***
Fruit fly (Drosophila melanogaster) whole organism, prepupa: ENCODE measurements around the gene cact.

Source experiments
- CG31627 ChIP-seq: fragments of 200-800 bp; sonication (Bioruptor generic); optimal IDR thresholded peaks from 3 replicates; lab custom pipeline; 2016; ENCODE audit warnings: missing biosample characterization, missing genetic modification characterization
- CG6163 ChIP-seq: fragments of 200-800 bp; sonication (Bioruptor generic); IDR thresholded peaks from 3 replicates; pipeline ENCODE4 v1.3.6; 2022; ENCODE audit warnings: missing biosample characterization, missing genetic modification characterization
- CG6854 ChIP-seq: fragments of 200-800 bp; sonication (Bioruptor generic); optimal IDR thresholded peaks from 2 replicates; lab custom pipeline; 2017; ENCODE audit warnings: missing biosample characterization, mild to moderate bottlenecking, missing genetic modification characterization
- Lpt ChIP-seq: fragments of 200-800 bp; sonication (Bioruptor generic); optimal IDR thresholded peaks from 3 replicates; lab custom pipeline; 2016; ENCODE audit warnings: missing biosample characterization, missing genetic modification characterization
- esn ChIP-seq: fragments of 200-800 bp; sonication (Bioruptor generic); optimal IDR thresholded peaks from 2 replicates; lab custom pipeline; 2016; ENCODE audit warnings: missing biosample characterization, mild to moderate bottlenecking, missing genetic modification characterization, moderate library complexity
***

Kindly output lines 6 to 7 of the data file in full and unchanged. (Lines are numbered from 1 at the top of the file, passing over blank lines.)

- Lpt ChIP-seq: fragments of 200-800 bp; sonication (Bioruptor generic); optimal IDR thresholded peaks from 3 replicates; lab custom pipeline; 2016; ENCODE audit warnings: missing biosample characterization, missing genetic modification characterization
- esn ChIP-seq: fragments of 200-800 bp; sonication (Bioruptor generic); optimal IDR thresholded peaks from 2 replicates; lab custom pipeline; 2016; ENCODE audit warnings: missing biosample characterization, mild to moderate bottlenecking, missing genetic modification characterization, moderate library complexity